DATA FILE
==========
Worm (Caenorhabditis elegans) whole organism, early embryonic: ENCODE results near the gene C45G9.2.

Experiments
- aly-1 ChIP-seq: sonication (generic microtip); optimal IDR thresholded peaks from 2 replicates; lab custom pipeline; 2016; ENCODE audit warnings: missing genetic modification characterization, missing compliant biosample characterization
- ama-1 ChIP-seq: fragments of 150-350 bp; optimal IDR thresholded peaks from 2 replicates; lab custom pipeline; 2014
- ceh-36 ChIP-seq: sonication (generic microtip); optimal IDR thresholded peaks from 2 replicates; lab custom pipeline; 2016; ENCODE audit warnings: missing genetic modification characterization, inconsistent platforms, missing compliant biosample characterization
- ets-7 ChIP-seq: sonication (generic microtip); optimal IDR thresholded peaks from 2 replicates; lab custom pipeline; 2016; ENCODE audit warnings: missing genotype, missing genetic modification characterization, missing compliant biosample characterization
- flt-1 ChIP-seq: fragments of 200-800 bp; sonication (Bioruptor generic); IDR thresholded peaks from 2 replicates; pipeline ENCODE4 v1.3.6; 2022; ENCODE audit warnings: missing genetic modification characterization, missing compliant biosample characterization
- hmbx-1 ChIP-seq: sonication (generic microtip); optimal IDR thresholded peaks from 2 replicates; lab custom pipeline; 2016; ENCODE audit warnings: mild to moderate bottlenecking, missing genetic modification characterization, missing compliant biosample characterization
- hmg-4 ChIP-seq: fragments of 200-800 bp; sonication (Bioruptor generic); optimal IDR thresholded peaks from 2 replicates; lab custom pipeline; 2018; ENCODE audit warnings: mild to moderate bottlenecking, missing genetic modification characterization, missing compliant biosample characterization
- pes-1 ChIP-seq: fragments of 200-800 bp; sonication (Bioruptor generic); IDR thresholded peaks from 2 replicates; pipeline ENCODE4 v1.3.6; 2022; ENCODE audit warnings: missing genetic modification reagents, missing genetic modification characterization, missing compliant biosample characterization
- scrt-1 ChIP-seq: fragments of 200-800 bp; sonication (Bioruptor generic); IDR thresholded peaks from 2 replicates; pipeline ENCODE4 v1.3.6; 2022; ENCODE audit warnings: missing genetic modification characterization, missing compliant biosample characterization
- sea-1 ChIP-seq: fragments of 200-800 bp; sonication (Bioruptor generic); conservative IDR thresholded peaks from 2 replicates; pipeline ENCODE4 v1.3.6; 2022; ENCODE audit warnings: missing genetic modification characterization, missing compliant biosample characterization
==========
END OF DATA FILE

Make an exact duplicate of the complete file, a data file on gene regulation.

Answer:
Worm (Caenorhabditis elegans) whole organism, early embryonic: ENCODE results near the gene C45G9.2.

Experiments
- aly-1 ChIP-seq: sonication (generic microtip); optimal IDR thresholded peaks from 2 replicates; lab custom pipeline; 2016; ENCODE audit warnings: missing genetic modification characterization, missing compliant biosample characterization
- ama-1 ChIP-seq: fragments of 150-350 bp; optimal IDR thresholded peaks from 2 replicates; lab custom pipeline; 2014
- ceh-36 ChIP-seq: sonication (generic microtip); optimal IDR thresholded peaks from 2 replicates; lab custom pipeline; 2016; ENCODE audit warnings: missing genetic modification characterization, inconsistent platforms, missing compliant biosample characterization
- ets-7 ChIP-seq: sonication (generic microtip); optimal IDR thresholded peaks from 2 replicates; lab custom pipeline; 2016; ENCODE audit warnings: missing genotype, missing genetic modification characterization, missing compliant biosample characterization
- flt-1 ChIP-seq: fragments of 200-800 bp; sonication (Bioruptor generic); IDR thresholded peaks from 2 replicates; pipeline ENCODE4 v1.3.6; 2022; ENCODE audit warnings: missing genetic modification characterization, missing compliant biosample characterization
- hmbx-1 ChIP-seq: sonication (generic microtip); optimal IDR thresholded peaks from 2 replicates; lab custom pipeline; 2016; ENCODE audit warnings: mild to moderate bottlenecking, missing genetic modification characterization, missing compliant biosample characterization
- hmg-4 ChIP-seq: fragments of 200-800 bp; sonication (Bioruptor generic); optimal IDR thresholded peaks from 2 replicates; lab custom pipeline; 2018; ENCODE audit warnings: mild to moderate bottlenecking, missing genetic modification characterization, missing compliant biosample characterization
- pes-1 ChIP-seq: fragments of 200-800 bp; sonication (Bioruptor generic); IDR thresholded peaks from 2 replicates; pipeline ENCODE4 v1.3.6; 2022; ENCODE audit warnings: missing genetic modification reagents, missing genetic modification characterization, missing compliant biosample characterization
- scrt-1 ChIP-seq: fragments of 200-800 bp; sonication (Bioruptor generic); IDR thresholded peaks from 2 replicates; pipeline ENCODE4 v1.3.6; 2022; ENCODE audit warnings: missing genetic modification characterization, missing compliant biosample characterization
- sea-1 ChIP-seq: fragments of 200-800 bp; sonication (Bioruptor generic); conservative IDR thresholded peaks from 2 replicates; pipeline ENCODE4 v1.3.6; 2022; ENCODE audit warnings: missing genetic modification characterization, missing compliant biosample characterization